Ready to Increase Your Revenue with Brand Licensing? Here's What You Need to Know.

  • By Susan Burns
  • 16 Mar, 2016
Have you heard of Harley Davidson’s cake decorating kits, Heineken shoes, or Zippo perfumes? No? Believe it or not, these are actual products (some of them are still for sale), and some of the worst brand extensions that have ever hit the shelves.

Brand licensing, when done wrong, can cause unnatural, and just plain wrong mixes of brands and products. (Colgate frozen entrees, anyone?)

But, when done right, brand licensing can be a great way to increase your revenue, expand your brand and your company, without having to invest in developing, manufacturing, advertising, and distributing new product lines, which maybe isn’t the best use of your resources.

Take Bugatti, for example, and its recent partnership with yacht builder company Palmer Johnson. They have recently released the “Niniette,” a $2.2 million yacht, with personalization options such as gilded bathroom fixtures or diamond-crusted steering wheel. What Bugatti has done right is licensing the brand to a product that reflects its opulence and exclusiveness —luxury yachts--even though their main business is not making boats.

So, while Bugatti is busy getting ready to release the new Chiron later this year, someone else is making inroads into the yacht market for them, launching the Bugatti of the sea. The genius in this strategic brand licensing agreement is that it allows Bugatti to continue focusing on what they do best, namely engineering luxury performance cars while, at the same time, expanding their brand and increasing revenue. Kind of like making money while you sleep. What is not smart about that?

What is brand licensing?

Brand licensing is the process by which the owner of a brand (the “licensor”) gives permission to an individual or company (the “licensee”) to use their brand as part of a product or service, in exchange for a specified portion of royalties, during a set period of time, and within a pre-established territory. All of these aspects are clearly stated in a brand licensing agreement, outlined below.

What are the benefits of brand licensing?

There are several benefits to both parties involved in a brand licensing agreement:

Benefits for the licensor:

  • It increases brand loyalty, as consumers are more likely to choose a specific brand, the more they buy it. This reduces future promotion efforts and expense of future sales.
  • It allows companies to develop their main product to its full potential and provide consumers with complementary products that facilitate a more meaningful and complete experience.
  • It reinforces the idea of reliability, quality and price level of the brand, when the licensed products are manufactured to the same standards.
  • It provides a steady stream of royalty revenue.

Benefits for the licensee:

  • It positively associates the new product with the reputation and good image of the brand, which adds value to the product.
  • The brand gives the new product an edge over its competitors, facilitating marketing and making it more effective.
  • The brand will be easily recognized, which resulting in product awareness, and ultimately, more sales.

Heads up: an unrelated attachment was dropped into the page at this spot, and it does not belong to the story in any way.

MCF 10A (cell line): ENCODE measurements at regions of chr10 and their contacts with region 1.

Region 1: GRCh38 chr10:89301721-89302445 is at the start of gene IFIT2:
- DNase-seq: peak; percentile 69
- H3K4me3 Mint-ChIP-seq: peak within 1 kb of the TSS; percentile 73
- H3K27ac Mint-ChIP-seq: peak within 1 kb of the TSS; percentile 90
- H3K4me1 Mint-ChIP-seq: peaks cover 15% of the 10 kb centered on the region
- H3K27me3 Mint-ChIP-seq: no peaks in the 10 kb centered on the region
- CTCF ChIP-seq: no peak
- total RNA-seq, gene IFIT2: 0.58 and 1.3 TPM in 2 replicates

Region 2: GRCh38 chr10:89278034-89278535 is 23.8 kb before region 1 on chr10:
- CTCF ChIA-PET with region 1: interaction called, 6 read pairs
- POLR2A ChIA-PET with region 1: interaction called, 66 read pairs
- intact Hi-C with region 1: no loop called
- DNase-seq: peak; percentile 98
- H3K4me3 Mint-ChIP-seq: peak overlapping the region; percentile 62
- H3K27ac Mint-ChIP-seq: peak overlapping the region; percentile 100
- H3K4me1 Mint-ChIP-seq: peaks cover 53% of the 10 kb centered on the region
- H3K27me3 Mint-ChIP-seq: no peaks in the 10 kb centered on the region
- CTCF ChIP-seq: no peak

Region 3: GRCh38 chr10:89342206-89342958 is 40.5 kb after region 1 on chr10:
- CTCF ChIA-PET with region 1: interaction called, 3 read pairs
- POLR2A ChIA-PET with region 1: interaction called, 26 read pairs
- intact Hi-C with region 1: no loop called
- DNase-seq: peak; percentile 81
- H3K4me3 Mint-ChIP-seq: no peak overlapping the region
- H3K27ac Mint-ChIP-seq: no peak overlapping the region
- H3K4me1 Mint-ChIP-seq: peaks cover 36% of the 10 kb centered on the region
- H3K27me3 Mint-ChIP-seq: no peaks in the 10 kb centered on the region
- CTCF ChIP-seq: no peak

Tips for good branding licensing

One of the most important steps towards brand licensing is to protect your intellectual property from the beginning of your business. Don’t put yourself in a vulnerable position. Contact a specialized attorney to trademark your brand and register your copyrights, first and foremost. Then, develop your brand and start looking for licensing opportunities that can help you grow and benefit from your licensee, while providing value as a licensor as well.

As the licensor, you must be very clear about the terms of use of your branding and imaging. These aspects should be stated in your licensing agreement, but most importantly, you need to have deep knowledge of your brand in all its aspects, and have clear, defined goals for the alliance you are about to start.

It is of utmost importance that licensees make every effort to analyze and understand the brand and its consumers. By doing so, the resulting product will be a true reflection of the brand, and not a random object with branding plastered over it. Licensees must produce a high-quality product or service, with standards and style comparable to the internal product, and that can be easily associated with the brand.

Finally, both parties should approach this agreement with a winning and collaborative attitude. Part of the reason why odd products such as Vespa perfumes or Paula Deen’s furniture hit the market is that the brand is so well-known. But in the long run, these disconnected licensing agreements may damage or dilute the brand image. At the same time, licensees shouldn’t look to take advantage of the brand, but rather work hard to give back the prestige and awareness that the brand will give to their products.

Brand licensing can be a great expansion option for a recognized brand. By combining forces, the brand owner and its licensee can reach an entirely different market, and increase their profits, something that could be extremely hard and costly to do on their own. It may be worth considering it, don’t you think?


More Posts from Susan's Blog


By Susan Burns 26 Oct, 2017
P.S. There has been a lot of discussion on social media about my post on reading fine print  when installing apps, specifically focused on the Grammarly app. Some people have responded with the interpretation that Grammarly can only use your content to correct your grammar and not for anything else.

I disagree. This is not a correct interpretation, in my opinion.

Even though that interpretation may be based on a provision in the TOS that states you keep ownership of
your content, they still have an unlimited, perpetual, royalty-free right to use it. I won’t repeat the prior